Zatoichi: The Tale of Zatoichi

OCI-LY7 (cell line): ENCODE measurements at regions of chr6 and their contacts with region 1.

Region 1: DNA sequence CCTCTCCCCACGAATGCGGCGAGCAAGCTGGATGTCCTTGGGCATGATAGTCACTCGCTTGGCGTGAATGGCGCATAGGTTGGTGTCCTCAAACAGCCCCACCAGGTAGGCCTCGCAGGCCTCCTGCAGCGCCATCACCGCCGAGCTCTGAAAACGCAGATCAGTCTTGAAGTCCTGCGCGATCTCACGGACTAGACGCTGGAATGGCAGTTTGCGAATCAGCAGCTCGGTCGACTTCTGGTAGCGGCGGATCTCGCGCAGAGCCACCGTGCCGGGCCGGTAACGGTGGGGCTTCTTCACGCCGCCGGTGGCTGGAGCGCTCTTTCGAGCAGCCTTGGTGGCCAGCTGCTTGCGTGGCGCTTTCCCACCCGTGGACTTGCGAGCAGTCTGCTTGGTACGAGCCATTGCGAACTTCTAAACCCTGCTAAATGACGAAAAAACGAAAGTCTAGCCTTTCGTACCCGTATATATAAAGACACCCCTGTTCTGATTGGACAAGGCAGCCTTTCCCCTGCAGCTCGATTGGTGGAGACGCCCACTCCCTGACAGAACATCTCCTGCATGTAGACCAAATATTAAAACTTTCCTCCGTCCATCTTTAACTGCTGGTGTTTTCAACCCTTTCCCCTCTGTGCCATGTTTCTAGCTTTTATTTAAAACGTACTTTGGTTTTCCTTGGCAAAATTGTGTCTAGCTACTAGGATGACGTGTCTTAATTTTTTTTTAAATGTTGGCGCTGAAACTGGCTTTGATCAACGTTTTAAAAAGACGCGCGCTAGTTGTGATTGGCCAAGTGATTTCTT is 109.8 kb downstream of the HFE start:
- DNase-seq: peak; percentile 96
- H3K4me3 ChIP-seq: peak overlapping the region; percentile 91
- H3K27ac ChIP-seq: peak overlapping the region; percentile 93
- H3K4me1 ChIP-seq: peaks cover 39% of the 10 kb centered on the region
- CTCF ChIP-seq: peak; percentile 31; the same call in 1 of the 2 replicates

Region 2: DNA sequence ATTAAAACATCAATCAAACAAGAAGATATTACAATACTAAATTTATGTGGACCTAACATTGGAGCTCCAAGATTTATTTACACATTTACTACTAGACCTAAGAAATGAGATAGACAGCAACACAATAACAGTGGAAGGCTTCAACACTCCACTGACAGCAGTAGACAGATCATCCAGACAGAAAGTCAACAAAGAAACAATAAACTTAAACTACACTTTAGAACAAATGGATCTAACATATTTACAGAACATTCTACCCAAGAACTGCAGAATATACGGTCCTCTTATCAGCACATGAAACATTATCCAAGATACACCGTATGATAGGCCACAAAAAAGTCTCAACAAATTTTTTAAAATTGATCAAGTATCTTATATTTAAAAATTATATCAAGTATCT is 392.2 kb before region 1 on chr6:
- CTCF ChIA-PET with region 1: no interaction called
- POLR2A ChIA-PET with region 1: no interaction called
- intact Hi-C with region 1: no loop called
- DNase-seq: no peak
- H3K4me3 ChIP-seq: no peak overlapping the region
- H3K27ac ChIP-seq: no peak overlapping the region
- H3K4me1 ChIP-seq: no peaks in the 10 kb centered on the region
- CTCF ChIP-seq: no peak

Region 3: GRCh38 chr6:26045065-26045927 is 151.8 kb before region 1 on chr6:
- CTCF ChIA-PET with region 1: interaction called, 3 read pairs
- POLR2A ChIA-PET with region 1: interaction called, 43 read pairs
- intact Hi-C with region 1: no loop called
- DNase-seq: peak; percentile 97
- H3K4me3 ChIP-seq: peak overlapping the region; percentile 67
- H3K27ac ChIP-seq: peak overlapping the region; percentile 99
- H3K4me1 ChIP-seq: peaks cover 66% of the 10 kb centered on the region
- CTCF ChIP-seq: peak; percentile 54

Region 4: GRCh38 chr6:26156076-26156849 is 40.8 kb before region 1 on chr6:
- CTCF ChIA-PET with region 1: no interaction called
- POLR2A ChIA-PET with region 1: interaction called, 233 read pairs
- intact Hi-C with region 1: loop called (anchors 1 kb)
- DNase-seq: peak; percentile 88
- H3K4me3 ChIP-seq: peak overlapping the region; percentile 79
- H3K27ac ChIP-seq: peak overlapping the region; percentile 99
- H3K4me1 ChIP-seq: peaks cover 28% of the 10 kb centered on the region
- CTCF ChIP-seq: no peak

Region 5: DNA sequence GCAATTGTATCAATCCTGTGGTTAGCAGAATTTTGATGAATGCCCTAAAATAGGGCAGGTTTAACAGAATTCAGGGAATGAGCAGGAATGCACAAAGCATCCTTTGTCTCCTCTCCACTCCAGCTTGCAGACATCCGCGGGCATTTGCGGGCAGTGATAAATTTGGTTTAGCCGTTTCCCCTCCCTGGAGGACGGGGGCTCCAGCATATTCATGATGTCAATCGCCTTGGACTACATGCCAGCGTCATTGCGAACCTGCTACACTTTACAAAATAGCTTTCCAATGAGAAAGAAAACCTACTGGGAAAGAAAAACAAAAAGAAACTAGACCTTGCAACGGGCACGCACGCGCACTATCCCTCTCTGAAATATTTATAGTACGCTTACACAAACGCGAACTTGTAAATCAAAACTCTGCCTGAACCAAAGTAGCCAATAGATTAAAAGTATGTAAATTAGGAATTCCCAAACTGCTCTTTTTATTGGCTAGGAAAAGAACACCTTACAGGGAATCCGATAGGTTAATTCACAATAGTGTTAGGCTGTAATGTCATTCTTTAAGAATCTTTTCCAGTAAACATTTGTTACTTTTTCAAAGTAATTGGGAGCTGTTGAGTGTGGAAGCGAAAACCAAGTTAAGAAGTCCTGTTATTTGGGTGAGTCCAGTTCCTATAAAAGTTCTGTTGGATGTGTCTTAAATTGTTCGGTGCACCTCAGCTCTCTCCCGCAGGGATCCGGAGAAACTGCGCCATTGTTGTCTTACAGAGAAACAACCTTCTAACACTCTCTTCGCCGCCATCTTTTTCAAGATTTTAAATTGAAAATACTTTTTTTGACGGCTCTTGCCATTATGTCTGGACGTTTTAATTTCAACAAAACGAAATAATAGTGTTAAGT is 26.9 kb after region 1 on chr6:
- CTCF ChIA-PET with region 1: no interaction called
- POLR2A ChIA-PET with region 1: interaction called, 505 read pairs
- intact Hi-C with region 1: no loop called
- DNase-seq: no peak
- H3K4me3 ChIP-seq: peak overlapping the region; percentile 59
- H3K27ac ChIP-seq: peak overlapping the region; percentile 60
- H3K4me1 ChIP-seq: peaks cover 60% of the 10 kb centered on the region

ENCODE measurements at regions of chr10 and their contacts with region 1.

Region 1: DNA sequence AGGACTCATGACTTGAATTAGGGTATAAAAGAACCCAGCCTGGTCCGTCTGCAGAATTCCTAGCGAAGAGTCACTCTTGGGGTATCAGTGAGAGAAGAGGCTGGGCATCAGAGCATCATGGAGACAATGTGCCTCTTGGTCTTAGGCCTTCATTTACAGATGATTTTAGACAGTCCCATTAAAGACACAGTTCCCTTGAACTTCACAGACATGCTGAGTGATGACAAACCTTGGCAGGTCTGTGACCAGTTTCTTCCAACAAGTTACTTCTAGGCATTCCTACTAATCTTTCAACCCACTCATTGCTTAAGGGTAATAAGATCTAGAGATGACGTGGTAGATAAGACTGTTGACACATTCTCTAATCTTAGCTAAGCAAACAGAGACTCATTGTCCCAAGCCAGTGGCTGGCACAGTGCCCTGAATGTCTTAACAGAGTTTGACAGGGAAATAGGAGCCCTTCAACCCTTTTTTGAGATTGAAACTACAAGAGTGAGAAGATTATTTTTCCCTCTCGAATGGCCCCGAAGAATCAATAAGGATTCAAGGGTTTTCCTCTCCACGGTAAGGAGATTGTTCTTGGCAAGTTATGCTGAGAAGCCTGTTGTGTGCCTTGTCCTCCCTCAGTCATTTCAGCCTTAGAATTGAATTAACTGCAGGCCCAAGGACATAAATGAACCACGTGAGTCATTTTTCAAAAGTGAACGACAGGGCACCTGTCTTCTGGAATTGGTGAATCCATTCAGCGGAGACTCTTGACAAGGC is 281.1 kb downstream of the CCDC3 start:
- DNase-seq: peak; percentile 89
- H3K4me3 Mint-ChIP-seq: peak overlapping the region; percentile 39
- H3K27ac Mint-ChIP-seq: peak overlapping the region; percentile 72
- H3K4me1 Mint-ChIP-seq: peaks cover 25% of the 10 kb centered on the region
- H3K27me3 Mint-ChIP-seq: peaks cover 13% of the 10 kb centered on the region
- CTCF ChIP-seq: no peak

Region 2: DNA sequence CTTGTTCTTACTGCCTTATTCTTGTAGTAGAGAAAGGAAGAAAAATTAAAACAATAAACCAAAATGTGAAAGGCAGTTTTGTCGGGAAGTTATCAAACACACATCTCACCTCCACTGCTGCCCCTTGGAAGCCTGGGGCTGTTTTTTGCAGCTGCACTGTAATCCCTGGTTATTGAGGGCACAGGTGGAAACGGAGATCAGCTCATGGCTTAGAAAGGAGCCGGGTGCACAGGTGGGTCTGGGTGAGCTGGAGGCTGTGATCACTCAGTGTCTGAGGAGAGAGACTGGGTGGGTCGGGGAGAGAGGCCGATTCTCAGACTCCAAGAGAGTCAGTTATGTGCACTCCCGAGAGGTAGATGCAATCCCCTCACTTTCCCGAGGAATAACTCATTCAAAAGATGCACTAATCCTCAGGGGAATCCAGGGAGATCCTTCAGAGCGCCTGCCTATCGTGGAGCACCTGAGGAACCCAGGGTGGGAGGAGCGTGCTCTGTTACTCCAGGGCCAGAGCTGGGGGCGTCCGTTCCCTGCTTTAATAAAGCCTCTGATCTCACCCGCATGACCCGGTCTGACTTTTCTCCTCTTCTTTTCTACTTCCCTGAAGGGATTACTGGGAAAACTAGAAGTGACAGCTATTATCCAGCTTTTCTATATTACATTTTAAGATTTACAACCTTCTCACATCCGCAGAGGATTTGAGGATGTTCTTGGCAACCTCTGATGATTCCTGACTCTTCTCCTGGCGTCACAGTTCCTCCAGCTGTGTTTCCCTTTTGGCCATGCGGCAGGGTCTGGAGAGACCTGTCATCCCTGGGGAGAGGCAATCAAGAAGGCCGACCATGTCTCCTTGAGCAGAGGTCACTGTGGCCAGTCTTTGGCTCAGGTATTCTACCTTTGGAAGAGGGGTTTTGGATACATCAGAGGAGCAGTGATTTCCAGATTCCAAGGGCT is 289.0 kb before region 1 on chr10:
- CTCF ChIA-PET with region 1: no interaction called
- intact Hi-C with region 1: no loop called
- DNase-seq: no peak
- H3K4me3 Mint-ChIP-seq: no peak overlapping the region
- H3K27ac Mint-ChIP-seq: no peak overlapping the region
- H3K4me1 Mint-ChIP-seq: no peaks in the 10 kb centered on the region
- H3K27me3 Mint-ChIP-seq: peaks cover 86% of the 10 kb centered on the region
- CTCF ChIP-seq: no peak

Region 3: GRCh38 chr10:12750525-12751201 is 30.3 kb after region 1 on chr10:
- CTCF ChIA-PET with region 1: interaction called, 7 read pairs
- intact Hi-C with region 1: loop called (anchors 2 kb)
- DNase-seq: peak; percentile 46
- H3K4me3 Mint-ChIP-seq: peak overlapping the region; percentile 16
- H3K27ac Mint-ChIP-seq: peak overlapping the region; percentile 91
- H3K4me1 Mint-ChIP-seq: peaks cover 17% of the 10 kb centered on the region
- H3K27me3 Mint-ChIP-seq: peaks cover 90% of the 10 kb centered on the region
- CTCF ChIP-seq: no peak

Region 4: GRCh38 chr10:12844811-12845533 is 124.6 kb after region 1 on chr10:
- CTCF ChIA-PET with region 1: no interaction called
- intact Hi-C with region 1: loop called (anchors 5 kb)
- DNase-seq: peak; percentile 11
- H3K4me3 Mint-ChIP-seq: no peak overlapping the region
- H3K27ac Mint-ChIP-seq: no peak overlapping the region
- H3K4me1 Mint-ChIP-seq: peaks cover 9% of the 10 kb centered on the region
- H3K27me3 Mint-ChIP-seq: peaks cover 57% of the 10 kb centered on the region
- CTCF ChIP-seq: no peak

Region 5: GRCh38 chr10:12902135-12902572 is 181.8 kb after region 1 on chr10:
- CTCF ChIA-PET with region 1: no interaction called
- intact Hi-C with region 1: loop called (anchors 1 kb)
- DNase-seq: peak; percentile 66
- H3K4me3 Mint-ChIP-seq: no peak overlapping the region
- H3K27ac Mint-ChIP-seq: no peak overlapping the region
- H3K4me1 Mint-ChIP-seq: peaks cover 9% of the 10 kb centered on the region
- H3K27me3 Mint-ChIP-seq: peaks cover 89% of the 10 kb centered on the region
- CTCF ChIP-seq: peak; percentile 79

Though action cinema abounds with show-offs as good at one liners as they are at busting heads, it's the character who takes us by surprise with their hidden skills that often gets the highest "whoa" points. By remaining cool until the last conceivable moment, it shows that they are studying the situation so they have to do the least amount of work possible until they lay foot to ass (think James Coburn in The Magnificent Seven). The first clue to the hidden depth of badassery in the blind masseur turned swordsman Zatoichi (Shintaro Katsu) comes when he plays a game of dice. The men he's playing with look to take advantage of his lack of sight, but it is Zatoichi who uses their greed to trick them out of all of their money. And when the men question his deception, Zatoichi reminds them they were trying to steal from a blind man and from this moment on, one can't wait to see how much hurt he can cause with a sword. Zatoichi became a popular character in Japanese culture with the release of this 1962 film that inspired over 25 sequels, TV shows, comics, and novels. He is simply one of the great archetypes: the scrappy underdog who uses his smarts to fool his adversaries, but also the greatest samurai (and here he gets the girl to boot). Directed by Kenji Misumi, Zatoichi Monogatari, or The Tale of Zatoichi, lays the groundwork for the character as Zatoichi like another other famous samurai, Yojimbo comes between two towns opposed for control. Siding with Iioka, he finds that the town's master wants him to fight Sasagawa's samurai Hirate (Shigeru Amachi). But Ichi (as he is called) is his own master, and goes about things his own way, even spending a day fishing with the consumption-riddled Hirate. But when Iioka learns of Hirate's sickness, they plan to use that to their advantage to slaughter Sasagawa, while Sasagawa's people threaten to use a gun against the blind swordsman, drawing both Hirate and Ichi into battle. Of course it's all leading to a big sword-fight, and in that the film does not disappoint (and even proves to be touching), making it no surprise that this is considered one of the classics of Samurai cinema. Home Vision Entertainment's DVD presents the film in non-anamorphic widescreen (2:35:1) in a tarnished but fairly good transfer, and in the original Japanese mono, with optional subtitles. Extras are limited to stills. Keep-case.